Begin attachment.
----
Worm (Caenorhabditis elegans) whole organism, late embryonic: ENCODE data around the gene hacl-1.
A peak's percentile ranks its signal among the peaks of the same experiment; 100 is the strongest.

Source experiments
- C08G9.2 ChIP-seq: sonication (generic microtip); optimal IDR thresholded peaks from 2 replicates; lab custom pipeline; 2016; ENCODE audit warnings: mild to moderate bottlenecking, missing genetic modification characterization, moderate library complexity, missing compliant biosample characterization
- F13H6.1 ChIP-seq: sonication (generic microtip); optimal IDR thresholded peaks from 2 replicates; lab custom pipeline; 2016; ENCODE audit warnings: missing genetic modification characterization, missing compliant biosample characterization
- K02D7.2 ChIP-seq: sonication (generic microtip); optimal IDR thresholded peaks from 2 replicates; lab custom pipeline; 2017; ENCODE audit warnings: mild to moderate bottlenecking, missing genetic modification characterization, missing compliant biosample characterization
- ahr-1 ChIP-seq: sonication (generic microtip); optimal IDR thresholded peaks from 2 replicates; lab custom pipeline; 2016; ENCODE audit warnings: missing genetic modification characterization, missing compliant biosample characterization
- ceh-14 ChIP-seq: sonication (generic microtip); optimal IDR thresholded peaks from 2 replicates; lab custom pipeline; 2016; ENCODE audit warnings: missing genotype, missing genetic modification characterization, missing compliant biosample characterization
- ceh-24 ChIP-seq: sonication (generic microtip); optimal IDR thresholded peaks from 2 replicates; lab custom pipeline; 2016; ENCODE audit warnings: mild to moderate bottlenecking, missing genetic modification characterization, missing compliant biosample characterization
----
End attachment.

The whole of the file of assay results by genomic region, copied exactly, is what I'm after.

Worm (Caenorhabditis elegans) whole organism, late embryonic: ENCODE data around the gene hacl-1.
A peak's percentile ranks its signal among the peaks of the same experiment; 100 is the strongest.

Source experiments
- C08G9.2 ChIP-seq: sonication (generic microtip); optimal IDR thresholded peaks from 2 replicates; lab custom pipeline; 2016; ENCODE audit warnings: mild to moderate bottlenecking, missing genetic modification characterization, moderate library complexity, missing compliant biosample characterization
- F13H6.1 ChIP-seq: sonication (generic microtip); optimal IDR thresholded peaks from 2 replicates; lab custom pipeline; 2016; ENCODE audit warnings: missing genetic modification characterization, missing compliant biosample characterization
- K02D7.2 ChIP-seq: sonication (generic microtip); optimal IDR thresholded peaks from 2 replicates; lab custom pipeline; 2017; ENCODE audit warnings: mild to moderate bottlenecking, missing genetic modification characterization, missing compliant biosample characterization
- ahr-1 ChIP-seq: sonication (generic microtip); optimal IDR thresholded peaks from 2 replicates; lab custom pipeline; 2016; ENCODE audit warnings: missing genetic modification characterization, missing compliant biosample characterization
- ceh-14 ChIP-seq: sonication (generic microtip); optimal IDR thresholded peaks from 2 replicates; lab custom pipeline; 2016; ENCODE audit warnings: missing genotype, missing genetic modification characterization, missing compliant biosample characterization
- ceh-24 ChIP-seq: sonication (generic microtip); optimal IDR thresholded peaks from 2 replicates; lab custom pipeline; 2016; ENCODE audit warnings: mild to moderate bottlenecking, missing genetic modification characterization, missing compliant biosample characterization